Several years ago my wife was driving along the Salmon River after dumping me and my steelhead fishing guests off for a day trip. On her way back she spotted a western grebe flailing on the roadside, acting like it had a broken leg.  As a good Samaritan she stopped and scooped it up and took it home with her.  The displaced bird was swimming around in a little tub of water she tried to make it comfortable in, until I returned at the end of my day of guiding.  She wanted my opinion and plan for what to do next.

Though I had seen quite a few of these elegantly feathered birds over the years, while fishing and on refuges, I had never seen one up so close before. What I found most striking was its blood-red eye.  It contrasted well with the black and white plumage and was simply an awesome, most beautiful bird. The red-hot eye seemed to burn a hole of  searing compassion in my heart, too.

I examined it to see if it might have a broken leg or some other problem, but could not find any evidence to support that conclusion. Though I suspected the bird was having trouble walking when Barb found it, I decided to call my brother-in-law (USFWS refuge biologist) who had more experience with the waterfowl world. Sure enough, he confirmed what I suspected. The legs on these birds are set very far on their back-end and is the reason they are so awkward on terra firma.  When on bare ground they struggle to walk and cannot fly without water to get a running launch from. He said that often they mistakenly land in the wrong place, like seeing a sheet of ice as a body of water, or landing in other dangerous places, only to become  stranded and ending up as more potential coyote bait.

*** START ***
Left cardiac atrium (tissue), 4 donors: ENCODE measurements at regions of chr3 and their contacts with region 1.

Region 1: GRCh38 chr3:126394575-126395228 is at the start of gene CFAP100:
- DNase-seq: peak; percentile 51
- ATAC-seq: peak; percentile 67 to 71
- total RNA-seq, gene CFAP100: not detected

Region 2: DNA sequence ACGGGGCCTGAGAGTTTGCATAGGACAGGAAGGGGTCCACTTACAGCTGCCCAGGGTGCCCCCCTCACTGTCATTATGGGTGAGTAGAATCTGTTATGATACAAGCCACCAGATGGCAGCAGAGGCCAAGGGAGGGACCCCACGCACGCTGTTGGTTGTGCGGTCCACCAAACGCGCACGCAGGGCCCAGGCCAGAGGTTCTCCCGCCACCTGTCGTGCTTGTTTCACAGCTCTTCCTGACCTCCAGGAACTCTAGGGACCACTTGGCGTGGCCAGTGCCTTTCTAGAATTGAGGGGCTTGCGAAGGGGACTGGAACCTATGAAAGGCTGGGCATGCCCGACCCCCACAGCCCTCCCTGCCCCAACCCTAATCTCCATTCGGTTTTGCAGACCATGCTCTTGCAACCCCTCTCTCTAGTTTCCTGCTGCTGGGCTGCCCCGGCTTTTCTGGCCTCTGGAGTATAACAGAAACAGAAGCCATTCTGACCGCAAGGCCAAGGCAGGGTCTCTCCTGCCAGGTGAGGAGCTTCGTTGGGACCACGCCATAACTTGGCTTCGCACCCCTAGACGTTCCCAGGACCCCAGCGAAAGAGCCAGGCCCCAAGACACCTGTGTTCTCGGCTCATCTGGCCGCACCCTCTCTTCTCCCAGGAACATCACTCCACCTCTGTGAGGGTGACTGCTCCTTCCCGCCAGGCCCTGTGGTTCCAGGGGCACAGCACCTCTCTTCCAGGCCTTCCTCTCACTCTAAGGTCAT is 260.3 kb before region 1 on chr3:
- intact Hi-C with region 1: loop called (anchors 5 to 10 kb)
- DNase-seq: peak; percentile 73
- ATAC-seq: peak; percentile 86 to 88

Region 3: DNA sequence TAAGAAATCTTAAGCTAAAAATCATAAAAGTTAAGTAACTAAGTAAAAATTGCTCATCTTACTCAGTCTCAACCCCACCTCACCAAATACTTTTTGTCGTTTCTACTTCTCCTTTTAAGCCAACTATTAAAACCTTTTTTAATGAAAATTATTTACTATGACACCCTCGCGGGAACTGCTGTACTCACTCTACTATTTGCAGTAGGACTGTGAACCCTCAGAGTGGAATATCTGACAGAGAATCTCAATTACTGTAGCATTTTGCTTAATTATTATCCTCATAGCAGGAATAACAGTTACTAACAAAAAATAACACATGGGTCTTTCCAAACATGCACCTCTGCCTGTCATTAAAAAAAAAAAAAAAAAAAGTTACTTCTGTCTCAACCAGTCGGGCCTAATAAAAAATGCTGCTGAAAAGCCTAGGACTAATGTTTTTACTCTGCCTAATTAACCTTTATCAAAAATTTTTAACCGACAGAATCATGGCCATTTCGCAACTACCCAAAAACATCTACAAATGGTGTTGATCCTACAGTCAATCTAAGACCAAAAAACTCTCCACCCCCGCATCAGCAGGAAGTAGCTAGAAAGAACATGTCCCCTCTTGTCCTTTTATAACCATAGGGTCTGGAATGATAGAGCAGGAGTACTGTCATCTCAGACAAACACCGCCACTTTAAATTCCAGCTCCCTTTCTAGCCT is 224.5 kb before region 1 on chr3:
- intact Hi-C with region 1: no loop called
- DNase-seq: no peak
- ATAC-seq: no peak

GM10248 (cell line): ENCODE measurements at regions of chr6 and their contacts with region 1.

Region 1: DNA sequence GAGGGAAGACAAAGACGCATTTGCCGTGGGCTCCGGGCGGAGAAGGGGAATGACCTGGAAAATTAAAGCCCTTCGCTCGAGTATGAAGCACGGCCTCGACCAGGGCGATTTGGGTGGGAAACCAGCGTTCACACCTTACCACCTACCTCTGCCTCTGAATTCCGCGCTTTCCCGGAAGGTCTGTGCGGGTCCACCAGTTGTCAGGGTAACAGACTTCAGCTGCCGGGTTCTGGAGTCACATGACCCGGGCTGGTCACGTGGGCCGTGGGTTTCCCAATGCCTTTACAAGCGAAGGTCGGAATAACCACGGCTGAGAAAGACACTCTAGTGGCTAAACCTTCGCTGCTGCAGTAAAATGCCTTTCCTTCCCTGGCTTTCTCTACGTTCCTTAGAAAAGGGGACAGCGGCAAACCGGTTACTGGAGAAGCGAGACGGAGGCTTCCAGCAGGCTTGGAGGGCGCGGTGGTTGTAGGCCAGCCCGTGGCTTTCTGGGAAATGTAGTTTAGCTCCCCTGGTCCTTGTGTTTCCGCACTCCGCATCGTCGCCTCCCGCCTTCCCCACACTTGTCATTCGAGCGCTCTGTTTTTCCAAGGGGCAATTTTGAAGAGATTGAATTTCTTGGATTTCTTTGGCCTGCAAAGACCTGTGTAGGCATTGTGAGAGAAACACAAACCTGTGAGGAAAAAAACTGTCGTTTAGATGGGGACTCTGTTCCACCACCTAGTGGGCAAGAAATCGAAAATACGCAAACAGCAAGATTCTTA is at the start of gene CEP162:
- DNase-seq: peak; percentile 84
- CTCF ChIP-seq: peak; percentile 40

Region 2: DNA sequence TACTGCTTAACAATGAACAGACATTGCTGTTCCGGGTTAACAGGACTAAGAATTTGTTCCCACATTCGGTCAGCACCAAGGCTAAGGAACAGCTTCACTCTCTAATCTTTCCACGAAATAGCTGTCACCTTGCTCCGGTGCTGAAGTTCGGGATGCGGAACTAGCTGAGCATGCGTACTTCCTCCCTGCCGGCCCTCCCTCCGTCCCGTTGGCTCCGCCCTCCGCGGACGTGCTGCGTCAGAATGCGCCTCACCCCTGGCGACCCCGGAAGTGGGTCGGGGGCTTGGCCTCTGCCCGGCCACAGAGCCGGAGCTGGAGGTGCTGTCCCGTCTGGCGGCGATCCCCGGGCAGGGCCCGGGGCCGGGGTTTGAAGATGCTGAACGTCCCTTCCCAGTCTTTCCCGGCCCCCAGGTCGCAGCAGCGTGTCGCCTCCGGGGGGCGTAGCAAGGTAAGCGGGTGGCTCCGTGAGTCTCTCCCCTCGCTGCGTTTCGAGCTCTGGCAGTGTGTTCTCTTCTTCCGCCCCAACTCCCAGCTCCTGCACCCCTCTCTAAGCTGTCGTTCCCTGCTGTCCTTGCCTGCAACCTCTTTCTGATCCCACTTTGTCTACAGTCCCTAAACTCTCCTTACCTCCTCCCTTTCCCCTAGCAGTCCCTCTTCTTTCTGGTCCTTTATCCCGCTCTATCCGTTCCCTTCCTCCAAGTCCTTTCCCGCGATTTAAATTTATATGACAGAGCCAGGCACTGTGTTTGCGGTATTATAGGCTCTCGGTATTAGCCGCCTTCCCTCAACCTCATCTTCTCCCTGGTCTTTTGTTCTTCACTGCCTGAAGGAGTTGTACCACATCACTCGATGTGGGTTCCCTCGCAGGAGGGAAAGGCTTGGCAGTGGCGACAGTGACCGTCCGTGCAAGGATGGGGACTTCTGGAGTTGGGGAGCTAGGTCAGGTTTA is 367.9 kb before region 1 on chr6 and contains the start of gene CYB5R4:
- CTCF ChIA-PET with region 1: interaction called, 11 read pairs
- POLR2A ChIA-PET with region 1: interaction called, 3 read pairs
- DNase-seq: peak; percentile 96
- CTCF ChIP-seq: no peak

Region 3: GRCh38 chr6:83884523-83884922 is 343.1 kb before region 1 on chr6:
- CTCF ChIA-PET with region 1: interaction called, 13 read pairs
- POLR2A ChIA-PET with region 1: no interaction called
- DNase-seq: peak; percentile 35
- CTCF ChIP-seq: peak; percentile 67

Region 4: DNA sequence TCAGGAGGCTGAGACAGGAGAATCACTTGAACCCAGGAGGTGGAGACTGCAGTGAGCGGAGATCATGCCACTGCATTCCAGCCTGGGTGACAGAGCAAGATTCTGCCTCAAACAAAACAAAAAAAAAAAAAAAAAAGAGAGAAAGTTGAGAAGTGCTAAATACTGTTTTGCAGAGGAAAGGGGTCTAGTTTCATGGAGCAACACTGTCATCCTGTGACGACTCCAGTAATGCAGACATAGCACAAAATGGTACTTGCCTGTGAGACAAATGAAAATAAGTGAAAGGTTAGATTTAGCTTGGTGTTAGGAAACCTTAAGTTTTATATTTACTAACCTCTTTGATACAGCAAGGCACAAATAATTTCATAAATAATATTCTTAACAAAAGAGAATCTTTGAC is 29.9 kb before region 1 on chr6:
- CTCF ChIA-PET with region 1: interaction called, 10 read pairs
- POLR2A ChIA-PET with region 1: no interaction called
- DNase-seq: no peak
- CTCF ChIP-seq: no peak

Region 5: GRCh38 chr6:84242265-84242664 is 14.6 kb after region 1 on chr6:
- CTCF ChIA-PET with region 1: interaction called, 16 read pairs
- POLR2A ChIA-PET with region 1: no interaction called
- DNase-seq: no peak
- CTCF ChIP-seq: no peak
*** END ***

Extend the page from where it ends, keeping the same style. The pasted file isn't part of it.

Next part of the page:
So, in reality, though the bird was fine, and I first thought she had made a mistake in picking it up, it turns out that she probably saved it. The grebe was too far from water and would be easy prey for predators, so Barb was indeed most likely its salvation.  The next day I had another steelhead trip so put the bird in a basket before leaving home, then released it when we dumped our boat in the water later. Funny thing, that bird followed us for half a day swimming nearby my boat as we fished various holes, moving when we moved, shadowing us all that time.  It was really cool.

The entire incident also reminded me of a good Samaritan  fallacy us humans often demonstrate in our  thinking,  in what psychologist call the “Bystander Effect.”  There is a misconception that when someone is hurt, people rush to their aid. In reality, the more people who witness a person in distress, the less likely it is that any one person will help.  Had we seen this bird as a group while driving to our put-in, I suspect we would have rationalized that it was ok, just having a bad feather day and would find a way to survive. Someone else, or factor would help this bird get saved.  Instead, when Barb was by herself, she acted swiftly, because no one else was there to enable her to justify abandoning personal responsibility.

That is why your chances of being saved from some kind of catastrophic event is far less on a crowded city street full of people, than it is on a country road with just one car passing by.  In groups, we sub-consciously more readily delegate our own responsibilities off unto others, thinking someone else already has called police or emergency personnel, or soon will.  Moral of the story, when your fishing rod goes down, don’t wait for someone else to grab it.